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Congress Returns to Mostly Disapproving Constituency

Congress Returns to Mostly Disapproving Constituency

PRINCETON, NJ -- As the 110th Congress returns for its final lame-duck session Monday, new Gallup polling shows that only 19% of Americans approve of the job Congress is doing, while about three-quarters disapprove.


The all-time low point for congressional job approval is 14%, measured in July of this year. Since that point, congressional job approval has "risen" to 18% in August, September, and October, and is now, as noted, at 19%.

After the 2006 midterm elections two years ago, congressional job approval was 26%. Previous low points for congressional job approval in Gallup's history have included a 19% reading in 1979 and an 18% reading in 1992. The highest Gallup Poll-measured congressional job-approval rating on record is 84%, measured in October 2001, a month after the Sept. 11 terrorist attacks.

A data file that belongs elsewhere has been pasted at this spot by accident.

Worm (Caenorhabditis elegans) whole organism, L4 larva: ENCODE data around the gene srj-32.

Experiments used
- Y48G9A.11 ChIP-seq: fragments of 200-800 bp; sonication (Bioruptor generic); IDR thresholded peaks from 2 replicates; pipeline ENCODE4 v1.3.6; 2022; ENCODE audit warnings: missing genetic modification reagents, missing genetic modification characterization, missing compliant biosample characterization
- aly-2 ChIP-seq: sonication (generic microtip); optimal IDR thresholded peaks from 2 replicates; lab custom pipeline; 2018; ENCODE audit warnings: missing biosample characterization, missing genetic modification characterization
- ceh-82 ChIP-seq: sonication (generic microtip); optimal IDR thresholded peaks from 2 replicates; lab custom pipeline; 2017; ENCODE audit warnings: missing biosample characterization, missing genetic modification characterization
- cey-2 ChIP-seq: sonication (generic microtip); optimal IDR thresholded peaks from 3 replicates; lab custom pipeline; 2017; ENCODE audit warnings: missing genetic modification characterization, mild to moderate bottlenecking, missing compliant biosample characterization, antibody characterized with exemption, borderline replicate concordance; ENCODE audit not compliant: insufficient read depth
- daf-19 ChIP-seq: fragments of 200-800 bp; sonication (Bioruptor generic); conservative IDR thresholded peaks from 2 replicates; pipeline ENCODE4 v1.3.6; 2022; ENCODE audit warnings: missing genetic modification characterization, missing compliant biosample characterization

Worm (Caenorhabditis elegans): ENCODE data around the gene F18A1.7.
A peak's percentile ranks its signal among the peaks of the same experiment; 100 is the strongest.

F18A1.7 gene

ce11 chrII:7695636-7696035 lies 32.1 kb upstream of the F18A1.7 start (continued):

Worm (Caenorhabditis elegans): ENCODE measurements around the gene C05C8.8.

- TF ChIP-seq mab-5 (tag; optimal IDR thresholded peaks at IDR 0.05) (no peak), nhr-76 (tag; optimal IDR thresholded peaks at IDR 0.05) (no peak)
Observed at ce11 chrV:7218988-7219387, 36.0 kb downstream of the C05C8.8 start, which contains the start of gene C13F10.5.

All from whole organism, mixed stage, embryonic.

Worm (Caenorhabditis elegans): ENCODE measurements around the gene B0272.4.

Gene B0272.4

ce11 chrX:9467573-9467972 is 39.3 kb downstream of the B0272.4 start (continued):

Although Democrats currently control both houses of Congress and will have even stronger majority control after newly elected representatives and senators take their seats in January, there is little substantive difference in approval of Congress by partisan orientation at this time.


Republicans and independents give Congress identical 17% approval ratings, while Democrats are only slightly more positive, with a 22% approval rating.

Survey Methods

Results are based on telephone interviews with 1,009 national adults, aged 18 and older, conducted Nov. 13-16, 2008. For results based on the total sample of national adults, one can say with 95% confidence that the maximum margin of sampling error is ±3 percentage points.

Interviews are conducted with respondents on landline telephones (for respondents with a landline telephone) and cellular phones (for respondents who are cell phone only).

In addition to sampling error, question wording and practical difficulties in conducting surveys can introduce error or bias into the findings of public opinion polls.

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